I am sure we can all relate to this stage (you don’t have a NIN T-shirt? Yeah, right!). However, there comes a certain point when a person really has to step back and declare, in an authoritative voice, “Whoa.” Think about it. How much money annually gets spent to NIN-related products? I shudder to think about it. Third-world debts could probably be eradicated through these expenditures alone. And the terrible thing is, the shit we buy is absolutely inane. Been on eBay( lately and executed a search on Nine Inch Nails? There’s usually in the realm of 500 items up for auction, ranging from rare bootlegs and autographed posters, to commonplace crap that simply isn’t worth paying even the shipping and handling! For instance, you can pick up nothing Studio’s old equipment for some serious coin, or you can actually waste your time placing bids on a fucking sticker!

And what happens to all this great stuff? We buy it! Why? Don’t know, must have. This is the simplified thought process of the OC: buy now, think later. We spend hundreds and thousands of dollars on NIN-related junk to prove to ourselves that we’re true fans, through and through. Many of us are true collectors, relishing acquiring a new piece of memorabilia, but at the end of the day, we’re still wasting our money, just like the OC. That money could be put to far better use, such as finding a cure for cancer or AIDS. But still, like zombies, we plod on, purchasing like fiends, leaving a smoking trail of credit card fumes and empty wallets behind us.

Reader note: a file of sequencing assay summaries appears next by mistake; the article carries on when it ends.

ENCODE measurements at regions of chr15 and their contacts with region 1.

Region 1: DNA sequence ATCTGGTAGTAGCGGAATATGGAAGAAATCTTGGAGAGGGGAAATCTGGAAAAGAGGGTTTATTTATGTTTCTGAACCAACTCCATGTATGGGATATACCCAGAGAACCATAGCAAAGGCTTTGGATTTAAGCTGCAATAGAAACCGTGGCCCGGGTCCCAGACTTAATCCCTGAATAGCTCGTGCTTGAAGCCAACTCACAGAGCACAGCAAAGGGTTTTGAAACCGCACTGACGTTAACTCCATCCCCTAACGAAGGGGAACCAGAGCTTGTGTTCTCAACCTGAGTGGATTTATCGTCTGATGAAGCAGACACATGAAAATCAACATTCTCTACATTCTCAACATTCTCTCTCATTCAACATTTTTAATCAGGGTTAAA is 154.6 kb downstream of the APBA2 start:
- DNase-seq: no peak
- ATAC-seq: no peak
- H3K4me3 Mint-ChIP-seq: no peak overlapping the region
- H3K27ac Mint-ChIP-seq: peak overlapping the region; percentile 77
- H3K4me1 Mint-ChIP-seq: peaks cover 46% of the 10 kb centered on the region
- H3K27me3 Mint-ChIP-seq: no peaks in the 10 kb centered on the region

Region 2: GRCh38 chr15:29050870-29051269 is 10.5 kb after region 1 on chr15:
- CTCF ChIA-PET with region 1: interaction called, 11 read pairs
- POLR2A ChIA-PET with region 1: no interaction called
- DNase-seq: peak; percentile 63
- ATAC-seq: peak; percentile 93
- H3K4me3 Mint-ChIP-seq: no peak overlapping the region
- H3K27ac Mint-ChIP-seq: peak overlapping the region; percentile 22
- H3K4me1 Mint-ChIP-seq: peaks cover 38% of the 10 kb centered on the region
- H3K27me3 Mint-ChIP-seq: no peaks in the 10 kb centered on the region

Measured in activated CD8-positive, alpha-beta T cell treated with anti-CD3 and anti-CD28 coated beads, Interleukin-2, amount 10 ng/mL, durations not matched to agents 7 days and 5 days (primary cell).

Why, dear reader, do we feel compelled to spend so bloody much money on collecting NIN-related crap? I can’t count the number of times friends of mine have looked at me and ruefully shook their heads, after I’ve announced my most recent purchase. And still we buy more. A rational person really has to look at himself with a certain amount of mirth when you consider how fanatical our buying patterns can be. Perhaps we are trying to fill a hole that was left inside us when Daddy declined our request for that new Barbie or G.I. Joe when we were a kid. Perhaps, by amassing a huge collection, we are subconsciously returning to that time in our childhood when Mommy broke our huge cookie into two pieces, thereby ruining the whole experience of having a huge cookie. Or, perhaps we’re just a few fries short of a Happy Meal. Anyway you look at it, we’re certainly feeding the fire of those who look at us and comment on our unbalanced behaviour. I would certainly criticize someone for purchasing a gross amount of ‘N Sync paraphernalia, wouldn’t you? I just thank the powers that be that I have taste.